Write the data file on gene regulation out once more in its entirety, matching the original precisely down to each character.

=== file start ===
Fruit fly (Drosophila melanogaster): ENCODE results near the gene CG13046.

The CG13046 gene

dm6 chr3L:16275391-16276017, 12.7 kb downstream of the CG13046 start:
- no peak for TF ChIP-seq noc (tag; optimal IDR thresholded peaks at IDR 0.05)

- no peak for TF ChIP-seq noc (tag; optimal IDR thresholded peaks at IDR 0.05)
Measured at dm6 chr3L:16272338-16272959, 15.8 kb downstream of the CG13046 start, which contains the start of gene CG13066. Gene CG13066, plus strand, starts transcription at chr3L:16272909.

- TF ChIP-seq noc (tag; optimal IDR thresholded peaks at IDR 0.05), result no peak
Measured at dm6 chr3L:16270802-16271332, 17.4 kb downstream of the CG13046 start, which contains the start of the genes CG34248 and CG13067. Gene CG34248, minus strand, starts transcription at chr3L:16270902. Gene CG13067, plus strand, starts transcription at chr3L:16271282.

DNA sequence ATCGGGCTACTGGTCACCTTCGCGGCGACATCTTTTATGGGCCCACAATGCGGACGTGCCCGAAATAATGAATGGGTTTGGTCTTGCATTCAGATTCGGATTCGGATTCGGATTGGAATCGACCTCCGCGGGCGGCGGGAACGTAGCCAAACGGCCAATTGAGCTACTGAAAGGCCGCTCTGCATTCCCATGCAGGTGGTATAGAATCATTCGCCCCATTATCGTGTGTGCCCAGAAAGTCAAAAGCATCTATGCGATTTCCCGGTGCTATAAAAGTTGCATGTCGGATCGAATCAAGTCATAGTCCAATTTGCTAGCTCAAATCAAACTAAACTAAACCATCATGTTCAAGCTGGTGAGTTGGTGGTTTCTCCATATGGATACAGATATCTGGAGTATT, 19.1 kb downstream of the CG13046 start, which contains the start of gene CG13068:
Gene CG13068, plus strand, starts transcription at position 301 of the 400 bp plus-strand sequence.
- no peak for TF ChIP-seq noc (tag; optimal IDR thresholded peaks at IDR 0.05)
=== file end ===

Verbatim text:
Fruit fly (Drosophila melanogaster): ENCODE results near the gene CG13046.

The CG13046 gene

dm6 chr3L:16275391-16276017, 12.7 kb downstream of the CG13046 start:
- no peak for TF ChIP-seq noc (tag; optimal IDR thresholded peaks at IDR 0.05)

- no peak for TF ChIP-seq noc (tag; optimal IDR thresholded peaks at IDR 0.05)
Measured at dm6 chr3L:16272338-16272959, 15.8 kb downstream of the CG13046 start, which contains the start of gene CG13066. Gene CG13066, plus strand, starts transcription at chr3L:16272909.

- TF ChIP-seq noc (tag; optimal IDR thresholded peaks at IDR 0.05), result no peak
Measured at dm6 chr3L:16270802-16271332, 17.4 kb downstream of the CG13046 start, which contains the start of the genes CG34248 and CG13067. Gene CG34248, minus strand, starts transcription at chr3L:16270902. Gene CG13067, plus strand, starts transcription at chr3L:16271282.

DNA sequence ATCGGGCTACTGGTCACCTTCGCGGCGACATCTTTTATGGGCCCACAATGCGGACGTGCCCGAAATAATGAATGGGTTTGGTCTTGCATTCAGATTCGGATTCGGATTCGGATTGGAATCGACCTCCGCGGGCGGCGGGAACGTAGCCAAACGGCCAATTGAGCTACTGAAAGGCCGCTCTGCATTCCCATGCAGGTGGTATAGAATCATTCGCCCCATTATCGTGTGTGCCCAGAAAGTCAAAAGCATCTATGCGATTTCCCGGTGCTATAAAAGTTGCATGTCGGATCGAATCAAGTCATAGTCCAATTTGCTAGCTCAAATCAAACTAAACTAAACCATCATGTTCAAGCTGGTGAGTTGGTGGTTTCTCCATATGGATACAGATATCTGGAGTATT, 19.1 kb downstream of the CG13046 start, which contains the start of gene CG13068:
Gene CG13068, plus strand, starts transcription at position 301 of the 400 bp plus-strand sequence.
- no peak for TF ChIP-seq noc (tag; optimal IDR thresholded peaks at IDR 0.05)